Two biological tests are being used in the UK to control the spread of COVID-19: (1) the reverse transcription polymerase chain reaction (RT-PCR, or PCR) test; and (2) the lateral flow device (LFD) test.
PCR tests tend to be used for people showing symptoms associated with COVID-19, while LFD tests are used for more widespread testing, including identifying asymptomatic people (who do not show symptoms but may be carrying the virus).
This article explains current understanding around LFD tests for COVID-19. FactCheckNI has previously published an article that looked in detail at PCR tests.
What are LFD tests?
Lateral flow devices can detect the presence of a target substance in a liquid. Home pregnancy tests use LFDs.
LFD tests for COVID-19 target the SARS-CoV-2 antigen. An antigen is a substance that stimulates an immune response; this differs from an antibody (a substance your body produces that interacts with a targeted antigen to inactive it). This LFD test is sometimes called a “rapid antigen test”. Being vaccinated will not by itself cause a positive LFD test result, because the LFD test targets the presence of antigens, not your antibodies.
As part of the LFD test, swabs are taken from your throat and nose. LFD tests for COVID-19 can be self-administered at home, though this can affect the reliability of the result.
How accurate are LFD tests for COVID-19?
The accuracy for LFD tests for COVID-19 is measured in terms of “sensitivity” and “specificity”.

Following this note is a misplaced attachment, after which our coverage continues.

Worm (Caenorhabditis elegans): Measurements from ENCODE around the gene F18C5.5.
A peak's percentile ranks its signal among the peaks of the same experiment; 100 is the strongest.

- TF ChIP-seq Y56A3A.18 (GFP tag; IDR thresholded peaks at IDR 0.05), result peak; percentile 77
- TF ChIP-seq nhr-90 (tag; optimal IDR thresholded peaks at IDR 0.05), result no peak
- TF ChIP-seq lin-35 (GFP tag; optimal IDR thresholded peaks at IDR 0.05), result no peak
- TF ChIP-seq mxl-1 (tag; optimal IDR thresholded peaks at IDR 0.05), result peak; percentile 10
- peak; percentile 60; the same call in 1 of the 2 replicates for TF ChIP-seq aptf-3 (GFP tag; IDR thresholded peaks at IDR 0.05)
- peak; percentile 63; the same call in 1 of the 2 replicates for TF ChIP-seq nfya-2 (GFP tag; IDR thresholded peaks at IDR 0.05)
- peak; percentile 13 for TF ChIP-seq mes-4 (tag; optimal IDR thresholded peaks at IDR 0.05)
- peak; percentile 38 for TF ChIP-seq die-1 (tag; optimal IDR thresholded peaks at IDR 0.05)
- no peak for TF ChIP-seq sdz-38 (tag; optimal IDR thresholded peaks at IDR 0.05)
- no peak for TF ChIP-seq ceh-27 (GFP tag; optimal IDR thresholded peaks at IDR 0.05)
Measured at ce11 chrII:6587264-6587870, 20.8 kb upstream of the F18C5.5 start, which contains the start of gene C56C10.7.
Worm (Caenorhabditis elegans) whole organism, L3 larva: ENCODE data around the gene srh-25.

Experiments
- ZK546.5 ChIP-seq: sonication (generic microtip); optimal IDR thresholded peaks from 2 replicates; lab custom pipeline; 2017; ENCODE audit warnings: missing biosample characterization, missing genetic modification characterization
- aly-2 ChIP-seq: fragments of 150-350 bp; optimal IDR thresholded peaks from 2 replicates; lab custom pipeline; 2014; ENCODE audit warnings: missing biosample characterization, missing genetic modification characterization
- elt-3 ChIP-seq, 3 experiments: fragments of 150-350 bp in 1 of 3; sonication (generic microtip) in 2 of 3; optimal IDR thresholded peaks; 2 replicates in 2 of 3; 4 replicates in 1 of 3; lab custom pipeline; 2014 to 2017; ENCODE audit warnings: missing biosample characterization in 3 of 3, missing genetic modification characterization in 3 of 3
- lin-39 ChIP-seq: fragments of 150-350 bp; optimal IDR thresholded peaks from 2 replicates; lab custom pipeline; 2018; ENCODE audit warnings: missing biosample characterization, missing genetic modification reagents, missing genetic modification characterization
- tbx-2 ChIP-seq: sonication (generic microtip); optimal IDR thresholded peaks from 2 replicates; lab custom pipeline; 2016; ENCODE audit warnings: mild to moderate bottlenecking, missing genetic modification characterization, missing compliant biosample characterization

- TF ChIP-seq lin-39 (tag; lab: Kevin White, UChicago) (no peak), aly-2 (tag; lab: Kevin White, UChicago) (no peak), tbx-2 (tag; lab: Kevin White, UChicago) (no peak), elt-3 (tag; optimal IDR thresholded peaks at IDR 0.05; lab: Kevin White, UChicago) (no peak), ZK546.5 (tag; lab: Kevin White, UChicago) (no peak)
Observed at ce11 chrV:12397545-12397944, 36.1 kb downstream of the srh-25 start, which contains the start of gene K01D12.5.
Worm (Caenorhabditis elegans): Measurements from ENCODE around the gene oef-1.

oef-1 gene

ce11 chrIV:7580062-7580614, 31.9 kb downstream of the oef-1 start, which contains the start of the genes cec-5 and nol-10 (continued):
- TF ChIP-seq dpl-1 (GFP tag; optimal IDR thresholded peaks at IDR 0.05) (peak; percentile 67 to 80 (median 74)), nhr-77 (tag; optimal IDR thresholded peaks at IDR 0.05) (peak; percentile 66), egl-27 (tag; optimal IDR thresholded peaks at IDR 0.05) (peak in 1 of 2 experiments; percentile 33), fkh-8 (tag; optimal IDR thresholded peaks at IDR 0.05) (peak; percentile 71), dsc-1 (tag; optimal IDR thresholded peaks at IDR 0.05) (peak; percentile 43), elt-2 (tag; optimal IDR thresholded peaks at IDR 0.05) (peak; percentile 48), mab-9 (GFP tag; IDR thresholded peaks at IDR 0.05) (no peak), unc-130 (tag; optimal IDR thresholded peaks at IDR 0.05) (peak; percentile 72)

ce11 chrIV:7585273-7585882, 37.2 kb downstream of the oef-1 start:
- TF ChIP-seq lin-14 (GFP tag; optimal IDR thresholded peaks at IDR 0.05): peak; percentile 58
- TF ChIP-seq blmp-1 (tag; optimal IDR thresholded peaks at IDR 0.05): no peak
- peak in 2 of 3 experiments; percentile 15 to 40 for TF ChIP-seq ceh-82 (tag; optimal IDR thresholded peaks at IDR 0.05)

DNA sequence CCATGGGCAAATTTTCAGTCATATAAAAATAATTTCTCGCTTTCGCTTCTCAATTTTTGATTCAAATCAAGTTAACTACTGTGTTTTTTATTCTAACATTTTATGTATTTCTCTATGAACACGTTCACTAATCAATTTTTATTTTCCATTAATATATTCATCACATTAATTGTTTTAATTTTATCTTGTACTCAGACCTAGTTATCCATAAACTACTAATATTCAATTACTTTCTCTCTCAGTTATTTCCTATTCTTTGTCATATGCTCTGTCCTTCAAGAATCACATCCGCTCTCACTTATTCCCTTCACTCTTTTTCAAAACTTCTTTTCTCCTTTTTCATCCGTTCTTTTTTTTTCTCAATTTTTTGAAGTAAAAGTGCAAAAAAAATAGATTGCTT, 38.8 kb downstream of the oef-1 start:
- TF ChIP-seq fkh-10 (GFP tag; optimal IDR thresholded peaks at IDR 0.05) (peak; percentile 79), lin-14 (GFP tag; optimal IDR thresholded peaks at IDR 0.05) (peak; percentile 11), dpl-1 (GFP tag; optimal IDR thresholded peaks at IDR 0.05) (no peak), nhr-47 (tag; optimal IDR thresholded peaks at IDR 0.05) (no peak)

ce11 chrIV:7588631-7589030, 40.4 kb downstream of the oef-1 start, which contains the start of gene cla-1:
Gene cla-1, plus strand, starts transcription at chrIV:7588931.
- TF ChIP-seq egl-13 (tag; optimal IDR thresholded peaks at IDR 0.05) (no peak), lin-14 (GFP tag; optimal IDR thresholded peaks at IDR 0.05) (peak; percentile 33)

- “Sensitivity” refers to the proportion of people who have the disease and test positive for it — the true positive rate. Research suggests that the true positive rate varies from 28% to 79%. Some of this wide variation is explained by the quality of the testing conditions, for example whether the test was administered by laboratory scientists or not, and how well the test was processed and read. It is suggested that home testing may reduce the true positive rate than testing performed in supervised test centres.
- “Specificity” refers to the proportion of people without the disease and test negative for it — the true negative rate. Research suggests that the true negative rate varies from 99.5% to 99.9%.
Imagine that you test positive for the SARS-CoV-2 antigen, using an LFD. However, you are vaccinated, display no symptoms, and are feeling well; you haven’t travelled internationally and the number of cases of COVID-19 in your locale is low. These factors could suggest the possibility of a false positive. The current official guidance in Northern Ireland is that, no matter the circumstances, if you receive a positive test result using an LFD, then you should have a confirmatory PCR test within 24 hours and isolate yourself and the rest of your household, while waiting for the results of the PCR test.
Meanwhile, social media posts have claimed you can mischievously generate a false positive test result by manipulating the acidity of the liquid buffer solution.
On the other hand, if you test negative for the SARS-CoV-2 antigen, using an LFD, but you are showing symptoms of a cough, fever, headache, and fatigue (that’s not an exhaustive list of possible COVID-19 symptoms), like anyone displaying symptoms associated with COVID-19, you should immediately book a PCR test.
A lateral flow device is one of two common methods used to test for the presence of SARS-CoV-2 antigens. It is used to identify people who may have the virus but are not evidencing any symptoms of COVID-19.
Research suggests that the true positive rate (the “sensitivity”) varies from 28% to 79%. This can depend on how well the test is administered.
Any positive LFD test result currently requires a PCR test to confirm it. Likewise, if you test negative but show symptoms associated with COVID-19, you should go ahead and book a PCR test.
You can learn more about LFD tests for COVID-19 at the Department of Health.
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